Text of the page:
President Trump bemoaned the current state of U.S.-Russia relations Wednesday morning, arguing theyre more precarious today than at any other point.
Our relationship with Russia is worse now than it has ever been, and that includes the Cold War. There is no reason for this, Trump tweeted. Russia needs us to help with their economy, something that would be very easy to do, and we need all nations to work together. Stop the arms race?
Tensions are indeed high as the Kremlin fights off pressure for supporting the Assad regime in Syria as well as allegations it influenced the 2016 U.S. election and poisoned a former Russian spy living in the United Kingdom.
But there have also been previous points in which all-out war or at least frosty relations were all but certain.
The U.S. and Soviet Union faced an apex of tension in 1962, when the U.S.S.R. delivered missiles to Cuba.
It came within a year of the botched Bay of Pigs, when U.S.-backed Cuban exiles failed to overthrow the Communist Castro regime.
The two superpowers were embroiled in a 13-day standoff that left the eastern seaboard on edge that a nuclear attack on a U.S. city was imminent.
The Kennedy administration worked backchannels with the Kremlin to avoid a full-blown nuclear war.
U.S. Navy ships ran a blockade around Cuba to stop any Soviet freighters that were believed to bring more missiles to the island.
Pilot Rudy Anderson was the lone U.S. casualty in the crisis when his U-2 spyplane was shot down over Cuba.
Peace was brokered in secret with an agreement to pull old U.S. missiles out of Turkey in exchange for removing the rockets out of Cuba.
Russias floundering economy has partially been attributed to economic sanctions from Moscows role in the Ukrainian Civil War.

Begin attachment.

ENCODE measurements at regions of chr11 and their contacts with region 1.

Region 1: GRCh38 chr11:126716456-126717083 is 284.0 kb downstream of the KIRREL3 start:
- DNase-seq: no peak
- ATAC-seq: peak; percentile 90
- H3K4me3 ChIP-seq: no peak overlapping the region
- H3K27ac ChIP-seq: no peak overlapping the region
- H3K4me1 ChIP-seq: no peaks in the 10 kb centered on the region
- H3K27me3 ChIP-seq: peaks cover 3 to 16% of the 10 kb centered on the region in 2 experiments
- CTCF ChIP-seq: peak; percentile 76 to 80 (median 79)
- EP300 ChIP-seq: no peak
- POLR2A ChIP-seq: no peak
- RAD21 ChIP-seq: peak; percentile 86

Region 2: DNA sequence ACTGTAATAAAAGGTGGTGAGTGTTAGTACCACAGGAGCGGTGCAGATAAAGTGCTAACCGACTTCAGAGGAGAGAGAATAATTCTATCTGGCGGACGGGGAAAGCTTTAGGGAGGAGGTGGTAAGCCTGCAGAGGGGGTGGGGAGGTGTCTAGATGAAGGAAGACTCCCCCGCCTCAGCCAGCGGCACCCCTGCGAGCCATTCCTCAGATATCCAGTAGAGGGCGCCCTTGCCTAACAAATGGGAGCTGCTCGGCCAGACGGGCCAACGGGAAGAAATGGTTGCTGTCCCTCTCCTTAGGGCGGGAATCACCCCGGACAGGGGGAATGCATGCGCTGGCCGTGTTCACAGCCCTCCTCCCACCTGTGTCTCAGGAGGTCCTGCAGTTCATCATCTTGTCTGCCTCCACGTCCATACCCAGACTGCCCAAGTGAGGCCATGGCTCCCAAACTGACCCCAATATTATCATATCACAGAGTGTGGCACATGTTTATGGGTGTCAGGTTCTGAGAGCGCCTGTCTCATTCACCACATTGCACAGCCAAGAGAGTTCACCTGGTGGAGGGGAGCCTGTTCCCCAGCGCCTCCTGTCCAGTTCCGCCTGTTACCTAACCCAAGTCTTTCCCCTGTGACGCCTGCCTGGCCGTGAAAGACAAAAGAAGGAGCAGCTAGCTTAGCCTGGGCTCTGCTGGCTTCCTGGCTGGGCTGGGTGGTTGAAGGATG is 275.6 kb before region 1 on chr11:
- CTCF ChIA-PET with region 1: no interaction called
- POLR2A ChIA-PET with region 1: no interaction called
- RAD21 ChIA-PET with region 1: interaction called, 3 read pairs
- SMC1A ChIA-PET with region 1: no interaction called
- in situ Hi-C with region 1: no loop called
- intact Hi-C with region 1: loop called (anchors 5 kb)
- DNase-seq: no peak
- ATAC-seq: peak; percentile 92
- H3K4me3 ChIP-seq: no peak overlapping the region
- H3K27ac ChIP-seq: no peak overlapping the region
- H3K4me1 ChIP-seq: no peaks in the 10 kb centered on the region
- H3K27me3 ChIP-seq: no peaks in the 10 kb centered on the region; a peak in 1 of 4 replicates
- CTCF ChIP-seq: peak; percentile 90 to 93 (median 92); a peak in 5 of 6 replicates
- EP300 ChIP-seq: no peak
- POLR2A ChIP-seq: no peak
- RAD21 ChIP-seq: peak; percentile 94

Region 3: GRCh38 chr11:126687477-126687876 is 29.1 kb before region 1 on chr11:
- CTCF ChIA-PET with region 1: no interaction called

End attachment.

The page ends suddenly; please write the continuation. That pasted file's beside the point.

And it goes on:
The U.S. sanctioned Russia in March 2014 after it annexed Crimea from the Ukraine, backing the pro-Russian forces in that region.
The Obama administration put further pressure on Russian President Vladimir Putin after his allies in Ukraine were accused of downing Malaysian Airlines flight MH17, which killed all 298 people on board.
While the Cuban Missile Crisis was the most dangerous of run-ins with the Soviet Union or Russia, there were plenty of other hot points amid the Cold War.
From 1945 to 1991, Washington and Moscow were locked in a bitter arms race, filled with tense diplomatic relations and spy swaps.
The two sides fought a number of proxy wars, backing opposing forces in Korea, Vietnam and Afghanistan.
Yes, the U.S. has sent troops into Russia before.
Roughly 5,500 Army soldiers were sent to northern Russia in 1918. The so-called Polar Bear Expedition was to back up forces loyal to the monarchy in an ill-fated civil war against the Bolsheviks, who took power and established what became the Soviet Union.
U.S. soldiers fought the Red Army until the summer of 1919, losing 244 soldiers.
Another 7,500 U.S. troops were deployed to Siberia to back up anti-Bolshevik forces.